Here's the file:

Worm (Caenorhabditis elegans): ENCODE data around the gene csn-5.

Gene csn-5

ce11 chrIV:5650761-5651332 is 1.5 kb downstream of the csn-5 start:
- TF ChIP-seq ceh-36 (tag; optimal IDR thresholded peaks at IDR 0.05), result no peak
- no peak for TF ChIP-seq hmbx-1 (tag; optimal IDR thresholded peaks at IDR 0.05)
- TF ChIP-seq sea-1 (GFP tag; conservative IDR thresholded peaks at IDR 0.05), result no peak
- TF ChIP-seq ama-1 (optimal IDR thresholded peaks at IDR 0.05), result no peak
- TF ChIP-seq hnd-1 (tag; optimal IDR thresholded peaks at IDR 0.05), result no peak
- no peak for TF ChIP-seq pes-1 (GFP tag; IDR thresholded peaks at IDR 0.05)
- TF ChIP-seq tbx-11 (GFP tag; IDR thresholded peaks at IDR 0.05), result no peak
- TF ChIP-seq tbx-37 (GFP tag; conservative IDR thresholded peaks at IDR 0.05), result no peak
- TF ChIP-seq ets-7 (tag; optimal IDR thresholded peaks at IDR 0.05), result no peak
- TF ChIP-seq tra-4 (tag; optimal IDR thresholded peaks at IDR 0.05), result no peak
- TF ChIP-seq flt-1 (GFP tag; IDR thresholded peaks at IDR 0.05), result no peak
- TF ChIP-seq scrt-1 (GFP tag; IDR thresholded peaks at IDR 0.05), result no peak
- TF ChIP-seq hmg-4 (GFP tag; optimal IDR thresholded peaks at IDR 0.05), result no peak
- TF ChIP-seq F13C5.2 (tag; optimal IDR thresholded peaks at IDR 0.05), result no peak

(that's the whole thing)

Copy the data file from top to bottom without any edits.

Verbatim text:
Worm (Caenorhabditis elegans): ENCODE data around the gene csn-5.

Gene csn-5

ce11 chrIV:5650761-5651332 is 1.5 kb downstream of the csn-5 start:
- TF ChIP-seq ceh-36 (tag; optimal IDR thresholded peaks at IDR 0.05), result no peak
- no peak for TF ChIP-seq hmbx-1 (tag; optimal IDR thresholded peaks at IDR 0.05)
- TF ChIP-seq sea-1 (GFP tag; conservative IDR thresholded peaks at IDR 0.05), result no peak
- TF ChIP-seq ama-1 (optimal IDR thresholded peaks at IDR 0.05), result no peak
- TF ChIP-seq hnd-1 (tag; optimal IDR thresholded peaks at IDR 0.05), result no peak
- no peak for TF ChIP-seq pes-1 (GFP tag; IDR thresholded peaks at IDR 0.05)
- TF ChIP-seq tbx-11 (GFP tag; IDR thresholded peaks at IDR 0.05), result no peak
- TF ChIP-seq tbx-37 (GFP tag; conservative IDR thresholded peaks at IDR 0.05), result no peak
- TF ChIP-seq ets-7 (tag; optimal IDR thresholded peaks at IDR 0.05), result no peak
- TF ChIP-seq tra-4 (tag; optimal IDR thresholded peaks at IDR 0.05), result no peak
- TF ChIP-seq flt-1 (GFP tag; IDR thresholded peaks at IDR 0.05), result no peak
- TF ChIP-seq scrt-1 (GFP tag; IDR thresholded peaks at IDR 0.05), result no peak
- TF ChIP-seq hmg-4 (GFP tag; optimal IDR thresholded peaks at IDR 0.05), result no peak
- TF ChIP-seq F13C5.2 (tag; optimal IDR thresholded peaks at IDR 0.05), result no peak